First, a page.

Ask.com Launches AskEraser Giving Searches Ability To Search Anonymously
Ask.com has launched AskEraser, giving searchers the ability to search anonymously. Ask.com told us about this tool back in July, and six months later, it’s now live for all searchers to use. When a searcher activates AskEraser, Ask will stop recording the searcher’s search queries and cookie information. This information includes IP address, User ID, […]
When a searcher activates AskEraser, Ask will stop recording the searcher’s search queries and cookie information. This information includes IP address, User ID, Session ID, and the complete query text. AskEraser is available across many of Ask.com’s properties, including Web search, image search, AskCity, news search, blog search, video search, and Maps & Directions.
How does it work?
At the top right of the Ask.com home page, you should see a link to “AskEraser.”
To activate AskEraser, just click on the link and a pop up will ask you if you are sure you want to activate the feature.
Once you confirm, Ask.com will stop recording your searches and the AskEraser indicator will turn “On,” as shown below:
To turn it off, just click it again and this will pop up, asking you to confirm:
Jim Lanzone, CEO of Ask.com, said:
For people who worry about their online privacy, AskEraser now gives them control of their search information. AskEraser is simple, straightforward, and easy-to-use. It is an idea whose time has come.
I asked Jim a few questions about how AskEraser works.
(1) AskEraser works only for future searches; it is not retroactive. If you search for something and then activate AskEraser, the item you searched for will remain in the Ask servers for 18 months. Future searches that you do with AskEraser activated will not be stored.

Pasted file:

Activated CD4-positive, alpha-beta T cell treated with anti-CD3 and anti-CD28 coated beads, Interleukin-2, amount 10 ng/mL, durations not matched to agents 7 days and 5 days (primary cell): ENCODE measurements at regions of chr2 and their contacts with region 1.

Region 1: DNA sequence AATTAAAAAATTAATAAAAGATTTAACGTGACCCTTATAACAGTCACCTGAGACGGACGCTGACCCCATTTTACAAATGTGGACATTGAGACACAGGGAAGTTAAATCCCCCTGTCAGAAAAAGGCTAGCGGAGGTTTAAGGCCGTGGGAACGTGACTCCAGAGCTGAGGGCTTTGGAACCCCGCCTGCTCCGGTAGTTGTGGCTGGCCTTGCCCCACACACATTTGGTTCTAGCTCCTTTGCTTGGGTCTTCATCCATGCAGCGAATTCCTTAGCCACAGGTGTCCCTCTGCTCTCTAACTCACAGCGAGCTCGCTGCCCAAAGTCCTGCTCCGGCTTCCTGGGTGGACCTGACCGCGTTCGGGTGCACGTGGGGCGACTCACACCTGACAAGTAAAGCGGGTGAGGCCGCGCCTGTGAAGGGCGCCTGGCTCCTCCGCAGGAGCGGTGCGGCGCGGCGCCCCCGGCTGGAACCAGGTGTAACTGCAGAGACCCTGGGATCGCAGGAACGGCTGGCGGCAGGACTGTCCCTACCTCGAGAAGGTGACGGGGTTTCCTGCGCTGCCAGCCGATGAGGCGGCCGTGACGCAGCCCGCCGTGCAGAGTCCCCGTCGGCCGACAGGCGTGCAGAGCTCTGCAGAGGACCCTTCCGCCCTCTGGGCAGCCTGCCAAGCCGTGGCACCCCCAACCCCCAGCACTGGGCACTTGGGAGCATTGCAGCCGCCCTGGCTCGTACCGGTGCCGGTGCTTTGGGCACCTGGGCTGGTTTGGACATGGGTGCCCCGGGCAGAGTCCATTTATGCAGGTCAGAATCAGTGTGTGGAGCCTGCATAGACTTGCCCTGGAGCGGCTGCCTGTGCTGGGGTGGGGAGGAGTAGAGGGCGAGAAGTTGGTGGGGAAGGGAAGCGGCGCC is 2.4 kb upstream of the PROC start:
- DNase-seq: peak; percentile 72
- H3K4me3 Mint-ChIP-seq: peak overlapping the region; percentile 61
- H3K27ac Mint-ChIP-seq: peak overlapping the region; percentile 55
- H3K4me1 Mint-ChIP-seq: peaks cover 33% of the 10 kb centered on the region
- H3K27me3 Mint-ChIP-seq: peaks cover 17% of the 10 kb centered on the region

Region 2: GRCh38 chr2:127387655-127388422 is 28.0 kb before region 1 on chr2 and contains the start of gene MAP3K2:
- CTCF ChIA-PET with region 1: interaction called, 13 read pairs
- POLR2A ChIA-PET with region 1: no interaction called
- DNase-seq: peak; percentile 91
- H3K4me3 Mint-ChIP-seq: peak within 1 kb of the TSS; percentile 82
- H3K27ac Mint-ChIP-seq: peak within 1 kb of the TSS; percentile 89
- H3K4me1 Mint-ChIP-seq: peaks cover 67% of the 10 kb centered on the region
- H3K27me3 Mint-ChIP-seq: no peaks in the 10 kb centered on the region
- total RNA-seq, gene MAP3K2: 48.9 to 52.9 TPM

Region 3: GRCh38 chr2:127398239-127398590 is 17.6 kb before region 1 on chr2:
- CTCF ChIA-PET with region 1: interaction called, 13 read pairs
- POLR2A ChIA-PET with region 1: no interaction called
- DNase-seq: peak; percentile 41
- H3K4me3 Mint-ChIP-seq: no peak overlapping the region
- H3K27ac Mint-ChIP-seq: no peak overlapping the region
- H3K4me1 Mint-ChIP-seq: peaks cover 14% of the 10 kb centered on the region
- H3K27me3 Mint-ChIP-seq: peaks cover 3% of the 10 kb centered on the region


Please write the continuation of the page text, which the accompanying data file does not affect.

(2) I asked Jim how this may impact Ask.com’s relevancy. Since Ask.com tends to use search queries in their Edison algorithm, how might missing this data impact results? Jim explained that the data used in their algorithms for relevancy is done on a “sampling basis.” He said that if 100% of Ask.com’s users adopt the use of AskEraser, then Ask.com would have to “modify a lot of what we do.” Ask.com would embrace that change, since it means Ask has hit on “something super important to users.”
(3) Finally, I asked if Ask has spoken with other search engines about this initiative and what type of feedback they received. Ask.com sent me this response:
Ask.com is really doing this in response to our users’ concerns over privacy. We aim to give them as many choices and innovative concepts as possible to help them improve their online daily lives and make their search experience with a sense of accomplishment and satisfaction, as well as trust and integrity. If others follow suit on the AskEraser concept and raise the bar on privacy in the industry – we all win: search engine and consumer alike. As you know, Ask.com has been actively involved with our colleagues in the search space – as well as the Center for Democracy & Technology – to further a meaningful and comprehensive dialogue on privacy – and getting to best practices and concrete steps. We think AskEraser helps put those policy discussions into action via consumer products. And that’s a good thing.
For AskEraser FAQs, visit http://sp.ask.com/en/docs/about/askeraser.shtml.
For more about recent industry standards on privacy and search, see Microsoft To Anonymize Log Data; Calls For Industry Standards Along With Ask.com.
Note: Ask says this feature will be live at the time this story is dated, Dec. 11 at midnight Eastern, or 9pm Pacific time on Dec. 10. Our story went live a few hours earlier than dated above, as Ask said we could release the news early.
Postscript: The Ask.com blog just posted their blog entry on the new feature.